Distrust In Journalism: Citizen Journalism

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The idea that there is growing distrust in journalism is absolutely valid in today’s contemporary society. The idea of a single objective reality must be abandoned, and we must adopt instead the practice of attaining a balanced choice of sources, clear distinctions between fact and interpretation, as well as choosing neutral language over institutional language. These factors will prove worthy of shaping the raw materials needed to provide dignitary public discourse. Political and economic power structures, as well as post-modernistic ideals and the use of social media and new forms of technology all play a role in shaping the public opinion on journalistic objectivity, and whether or not what is being produced and submitted is trustworthy and accurate.

When journalism refers to the idea of objectivity, it is referring to 5 distinct canons; fairness, balance, neutrality, truth and accuracy. However, there is a burgeoning debate surrounding issues concerning media objectivity, of which objectivity has become a question of which values are, and which values ought to be, expressed in news media (Cooper, 1994).

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A journalist’s individual perception of the world around them as well as their political attitudes will inevitably have an impact on the framing of their work. There is also the issue of socioeconomic oppression within the news industry, where editorial decision-makers and members of the capitalist ruling elite, serve big business interest rather than following a classic journalist ideal of acting as neutral news and event transmitters to their audiences (Reece, 1990).

It has become increasingly difficult for journalists in recent years, to maintain the expected wholly objective attitude and practices in their writing.

Framing stories that are nonthreatening to existing power structures within large news corporations can be seen very clearly in News Corps story selection and headlines. Rupert Murdoch’s newspapers control over 60% of Australia’s newspaper circulation (Hall, 2020). Murdoch’s papers have shown to be blatantly right wing, campaigning for favoured parties with no obligation towards the five canons, this is displayed without remorse through their specific anti labor story selection and defamatory front page headlines.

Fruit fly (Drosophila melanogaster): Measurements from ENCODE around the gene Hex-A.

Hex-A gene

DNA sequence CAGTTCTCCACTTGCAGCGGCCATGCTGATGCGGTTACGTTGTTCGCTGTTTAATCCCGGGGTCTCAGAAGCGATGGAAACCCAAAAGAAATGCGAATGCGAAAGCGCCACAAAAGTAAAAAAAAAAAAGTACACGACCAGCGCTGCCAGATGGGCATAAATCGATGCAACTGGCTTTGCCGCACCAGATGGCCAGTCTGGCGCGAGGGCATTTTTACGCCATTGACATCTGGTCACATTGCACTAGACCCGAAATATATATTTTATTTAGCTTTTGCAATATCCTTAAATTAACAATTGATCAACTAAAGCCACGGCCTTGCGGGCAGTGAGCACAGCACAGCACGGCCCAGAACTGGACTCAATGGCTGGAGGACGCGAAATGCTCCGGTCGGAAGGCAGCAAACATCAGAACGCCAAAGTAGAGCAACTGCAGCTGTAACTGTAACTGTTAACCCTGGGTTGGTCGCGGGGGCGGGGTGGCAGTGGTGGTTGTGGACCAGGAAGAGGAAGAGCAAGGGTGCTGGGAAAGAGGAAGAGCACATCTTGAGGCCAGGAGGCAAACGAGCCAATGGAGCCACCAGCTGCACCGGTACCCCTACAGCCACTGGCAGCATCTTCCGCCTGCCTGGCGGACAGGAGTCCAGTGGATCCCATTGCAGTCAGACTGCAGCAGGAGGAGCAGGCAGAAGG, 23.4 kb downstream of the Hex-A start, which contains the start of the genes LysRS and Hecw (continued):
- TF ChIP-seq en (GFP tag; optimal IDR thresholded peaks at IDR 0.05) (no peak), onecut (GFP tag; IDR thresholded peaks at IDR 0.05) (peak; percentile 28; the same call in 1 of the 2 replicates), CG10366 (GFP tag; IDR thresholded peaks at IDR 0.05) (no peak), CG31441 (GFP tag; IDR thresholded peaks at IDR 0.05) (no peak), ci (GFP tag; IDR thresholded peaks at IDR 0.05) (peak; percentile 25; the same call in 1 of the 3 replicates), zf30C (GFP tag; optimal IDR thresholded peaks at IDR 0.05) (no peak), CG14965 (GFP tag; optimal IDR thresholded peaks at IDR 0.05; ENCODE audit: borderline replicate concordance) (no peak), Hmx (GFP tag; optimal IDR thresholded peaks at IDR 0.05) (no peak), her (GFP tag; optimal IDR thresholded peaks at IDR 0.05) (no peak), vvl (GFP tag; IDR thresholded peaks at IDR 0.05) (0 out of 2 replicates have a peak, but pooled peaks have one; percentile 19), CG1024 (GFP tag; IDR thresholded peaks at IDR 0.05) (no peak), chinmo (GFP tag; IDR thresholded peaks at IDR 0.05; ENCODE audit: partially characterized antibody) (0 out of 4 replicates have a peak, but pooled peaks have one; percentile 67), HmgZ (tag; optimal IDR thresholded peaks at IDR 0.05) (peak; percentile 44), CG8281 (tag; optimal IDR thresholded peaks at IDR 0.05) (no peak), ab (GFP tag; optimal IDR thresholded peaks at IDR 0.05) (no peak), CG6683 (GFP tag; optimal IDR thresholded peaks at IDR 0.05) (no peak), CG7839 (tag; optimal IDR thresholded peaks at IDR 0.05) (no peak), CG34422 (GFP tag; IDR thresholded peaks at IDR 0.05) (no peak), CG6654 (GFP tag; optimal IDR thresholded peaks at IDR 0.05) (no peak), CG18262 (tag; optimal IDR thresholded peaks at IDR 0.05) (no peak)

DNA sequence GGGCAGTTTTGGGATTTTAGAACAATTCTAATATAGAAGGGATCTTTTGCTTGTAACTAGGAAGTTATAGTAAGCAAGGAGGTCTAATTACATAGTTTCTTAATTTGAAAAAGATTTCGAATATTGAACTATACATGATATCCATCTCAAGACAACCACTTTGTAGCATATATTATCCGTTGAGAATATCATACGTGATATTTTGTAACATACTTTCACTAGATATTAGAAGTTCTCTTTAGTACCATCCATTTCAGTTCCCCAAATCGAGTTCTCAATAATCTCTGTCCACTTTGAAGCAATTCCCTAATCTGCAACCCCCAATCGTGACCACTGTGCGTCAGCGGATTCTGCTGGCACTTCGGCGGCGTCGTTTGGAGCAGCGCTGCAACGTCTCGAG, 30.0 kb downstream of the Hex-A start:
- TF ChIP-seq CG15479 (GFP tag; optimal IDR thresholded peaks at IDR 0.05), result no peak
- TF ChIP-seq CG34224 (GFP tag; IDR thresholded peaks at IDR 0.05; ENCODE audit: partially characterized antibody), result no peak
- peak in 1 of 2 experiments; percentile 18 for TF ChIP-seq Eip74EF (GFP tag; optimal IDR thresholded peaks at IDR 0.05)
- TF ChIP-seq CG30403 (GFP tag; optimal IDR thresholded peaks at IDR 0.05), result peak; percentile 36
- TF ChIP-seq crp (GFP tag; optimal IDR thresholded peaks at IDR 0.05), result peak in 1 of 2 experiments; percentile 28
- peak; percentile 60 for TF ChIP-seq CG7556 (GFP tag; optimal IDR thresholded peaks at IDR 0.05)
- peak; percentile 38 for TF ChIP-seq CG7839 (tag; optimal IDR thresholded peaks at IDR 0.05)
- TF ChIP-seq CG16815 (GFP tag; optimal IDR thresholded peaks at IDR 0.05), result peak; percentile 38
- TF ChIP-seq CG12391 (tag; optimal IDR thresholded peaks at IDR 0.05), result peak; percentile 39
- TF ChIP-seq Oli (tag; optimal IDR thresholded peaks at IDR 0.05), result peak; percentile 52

Kevin Rudd even took to twitter the day after the 2019 election, he wrote: Post-modernists argue that no one can be truly objective, because in order to do so, one would need to completely escape from their own personal bias (Lowrey & Gade, 2011).

This suggestion that most truths are elusive rejects the stability of science that is offered to audiences by empiricism or objective ‘truth’. In this post-modern news world, accusations of political and social bias come from a myriad of conflicting social agendas and beliefs between not only individuals, but also their respective cultures and personal experience. These conflictions in turn cannot be resolved entirely because of the base post-modernist ideal that being ‘truly’ objective is seemingly unfeasible.

Digital platforms have changed the traditional consumption, distribution and production of news. Modern societies are continuously battered with information online, the general publics sensitivity to truth has been dulled as a result of this constant bias and ever-changing news environment. The Internet, and social media in particular have broken down traditional gatekeeper roles- impacting both audiences and journalists. Online content adapts quickly to consumers, shaping and influencing their overall online behaviour, and inturn enabling and encouraging them to stay actively engaged in certain ways. In order to satisfy the demand of these online digital platforms, news producers are pushed to create content that appeals to these elusive audiences, creating content that is emotive and more importantly, shareable.